Zigzagging down from here brings us through a fine avenue of mature lime trees to the horta, the most productive part of the gardens, where further grape vines and other fruit (kiwis seemed to be a particular feature) overhang the pathways on trellises, while between them vegetable patches are interspersed with flower-beds, so that cannas, marigolds and dahlias are planted beside cabbages, pumpkins and tomatoes. The effect of this mixed planting is as colourful as it is original. Doubtless in spring other flowers could be found here too; in September their fragrance might be missing, but the scent of ripe fruit almost made up for it. The pergola-covered walkways culminate in two little stone amphitheatres, each with fountains at the lower end of the garden, too small perhaps for plays to be staged there, but crying out for a performance of some kind. Either is a pleasant place to sit awhile and reflect on what you have seen, before walking back through an area of topiary to the formal gardens through which you originally entered.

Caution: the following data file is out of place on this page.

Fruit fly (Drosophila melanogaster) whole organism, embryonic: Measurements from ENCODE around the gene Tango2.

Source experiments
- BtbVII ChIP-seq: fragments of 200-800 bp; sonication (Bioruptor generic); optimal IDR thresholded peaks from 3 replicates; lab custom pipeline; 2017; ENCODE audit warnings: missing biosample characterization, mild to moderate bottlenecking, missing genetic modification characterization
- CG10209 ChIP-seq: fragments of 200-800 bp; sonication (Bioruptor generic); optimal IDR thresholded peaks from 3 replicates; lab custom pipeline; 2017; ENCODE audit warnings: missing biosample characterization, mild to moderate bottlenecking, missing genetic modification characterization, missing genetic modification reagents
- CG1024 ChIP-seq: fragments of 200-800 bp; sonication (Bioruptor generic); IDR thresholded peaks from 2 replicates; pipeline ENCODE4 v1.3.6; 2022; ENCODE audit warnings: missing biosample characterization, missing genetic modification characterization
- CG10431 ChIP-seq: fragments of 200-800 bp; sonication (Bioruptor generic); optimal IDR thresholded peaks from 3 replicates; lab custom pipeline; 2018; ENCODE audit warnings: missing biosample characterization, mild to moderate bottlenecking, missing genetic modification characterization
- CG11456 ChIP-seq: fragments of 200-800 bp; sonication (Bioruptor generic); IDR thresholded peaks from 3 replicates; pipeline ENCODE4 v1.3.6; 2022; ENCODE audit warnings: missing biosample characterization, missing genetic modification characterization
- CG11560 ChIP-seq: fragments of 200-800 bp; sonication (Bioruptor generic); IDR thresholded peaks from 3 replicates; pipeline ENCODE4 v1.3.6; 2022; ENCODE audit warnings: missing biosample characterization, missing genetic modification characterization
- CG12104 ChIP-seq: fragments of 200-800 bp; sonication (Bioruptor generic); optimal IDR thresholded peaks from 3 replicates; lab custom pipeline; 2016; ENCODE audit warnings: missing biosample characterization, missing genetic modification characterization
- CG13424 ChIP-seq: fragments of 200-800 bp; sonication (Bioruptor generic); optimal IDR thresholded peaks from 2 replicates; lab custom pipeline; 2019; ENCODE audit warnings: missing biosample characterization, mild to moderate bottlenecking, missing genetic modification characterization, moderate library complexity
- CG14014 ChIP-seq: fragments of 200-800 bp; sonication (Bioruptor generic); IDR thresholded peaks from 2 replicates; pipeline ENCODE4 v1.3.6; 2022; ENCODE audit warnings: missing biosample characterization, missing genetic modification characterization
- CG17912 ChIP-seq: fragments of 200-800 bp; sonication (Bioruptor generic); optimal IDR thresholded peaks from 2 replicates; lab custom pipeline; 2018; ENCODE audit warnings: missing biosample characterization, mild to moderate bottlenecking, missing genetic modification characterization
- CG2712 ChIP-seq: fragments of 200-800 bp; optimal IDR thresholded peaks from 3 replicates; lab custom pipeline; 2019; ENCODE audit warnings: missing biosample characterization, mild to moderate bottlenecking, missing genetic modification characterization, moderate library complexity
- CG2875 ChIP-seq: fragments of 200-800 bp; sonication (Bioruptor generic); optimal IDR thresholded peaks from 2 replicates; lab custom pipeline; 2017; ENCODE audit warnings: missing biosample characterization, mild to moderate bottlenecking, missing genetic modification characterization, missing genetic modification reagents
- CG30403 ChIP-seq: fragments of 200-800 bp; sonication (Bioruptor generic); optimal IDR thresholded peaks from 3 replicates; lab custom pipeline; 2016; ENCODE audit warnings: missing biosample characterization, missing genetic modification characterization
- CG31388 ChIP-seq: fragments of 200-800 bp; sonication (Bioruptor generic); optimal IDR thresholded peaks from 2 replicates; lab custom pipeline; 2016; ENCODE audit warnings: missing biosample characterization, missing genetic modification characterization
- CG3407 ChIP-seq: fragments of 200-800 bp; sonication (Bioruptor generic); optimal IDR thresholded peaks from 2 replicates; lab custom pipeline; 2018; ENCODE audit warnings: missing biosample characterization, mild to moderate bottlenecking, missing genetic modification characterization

According to its leaflet, the gardens of the Pazo de Oca are open each day from 9.00; no closing time is stated. When we went in about midday, my wife and I were told that they would close at 2.00 for lunch, but that we could let ourselves out through the latched main gate if we left after that time, which we did. So we were there a little over two hours, and could easily have spent longer without running out of things to see. There is no café at the Pazo, or seemingly in the village, but fortunately we had brought a picnic and found the green outside an excellent place to eat it, enjoying the peaceful ambience and attractive architecture as well as the food. There is, I'm glad to say, no gift shop either. There is a small exhibition room, displaying horticultural implements, which might be a good place to shelter if it were raining, but I cannot say added much to our experience. It is the gardens that are the main point of the place, and they are lilies that need no gilding.